The Visual Word

Saturday, December 23, 2006

An era of illlustrations

What I find interesting about the collections I have featured is that they all are bound to a similar time and location. What we have are European collections from the 1700s-1800s with most of the pictures in black and white or sepia. I think some of us may have real difficulty identifying with the pictures because they are a little dated. I think the younger ones are probably more able to make emotional connections with Henry Martin's collection better or even with the World Mission collection. Would you wear a T-shirt with a picture by Julius Schnoor von Carolsfeld or by Henry Martin? That would be an interesting poll to take!

There are however lessons to be learnt from history. While these pictures are by authors who were living in Christian or Christianized nations and living under some sort of a sacred canopy, it is interesting to note that that was a period where there was a flowering of Biblical illustrations. I wonder why? Was it because of poor literacy? Was it because there was a felt need to illustrate the Biblical text? Were there some political reason or push from a rich patron to illustrate the Bible? One is tempted to say that that period was a period of greater biblical literacy, but it might be saying too much to suggest that there was high biblical literacy across all segments of society. The issue of biblical literacy of course is an issue faced amongst churches located in the 21st C!

The West is sometimes described as post-Christian. In Asia, while it is meaningless to speak of a post-Christian society (since Asia never had a period of being Christian or Christianized), parts of it is now post-literate. Given this mood with its proliferation of and heavy consumption of multimedia content, I suspect that there is deep desire for visual, even multimedia biblical content. If you visit the Canadian Bible Society, you will find several examples - what they call "e-scriptures or flash scripture movies." One of my favourite movies from that collection is the story of the Woman at the Well which is based on the Gospel of John chapter 4:5-42. Enjoy!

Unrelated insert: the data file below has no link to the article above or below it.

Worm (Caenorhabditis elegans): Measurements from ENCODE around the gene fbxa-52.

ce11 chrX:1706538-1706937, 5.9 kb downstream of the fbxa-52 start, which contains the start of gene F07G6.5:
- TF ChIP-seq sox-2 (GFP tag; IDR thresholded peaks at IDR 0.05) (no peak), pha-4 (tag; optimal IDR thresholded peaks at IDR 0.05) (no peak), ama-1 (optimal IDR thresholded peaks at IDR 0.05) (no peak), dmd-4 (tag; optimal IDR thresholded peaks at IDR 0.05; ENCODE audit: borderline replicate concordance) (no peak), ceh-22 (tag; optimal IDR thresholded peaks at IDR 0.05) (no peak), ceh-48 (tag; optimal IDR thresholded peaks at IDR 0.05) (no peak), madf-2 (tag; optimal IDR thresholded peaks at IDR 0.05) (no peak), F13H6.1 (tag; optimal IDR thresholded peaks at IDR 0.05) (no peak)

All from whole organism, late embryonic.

The emphasis of this blog however is on stills rather than on moving objects, which is why I continue to explore collections of digitized stills which illustrate Biblical narratives. Continue to look out for links, descriptions and comments on issues accompanying the use of visuals to tell the story! I wonder what the place of visuals will be for promoting bible literacy amongst the young people today???


Post a Comment

<< Home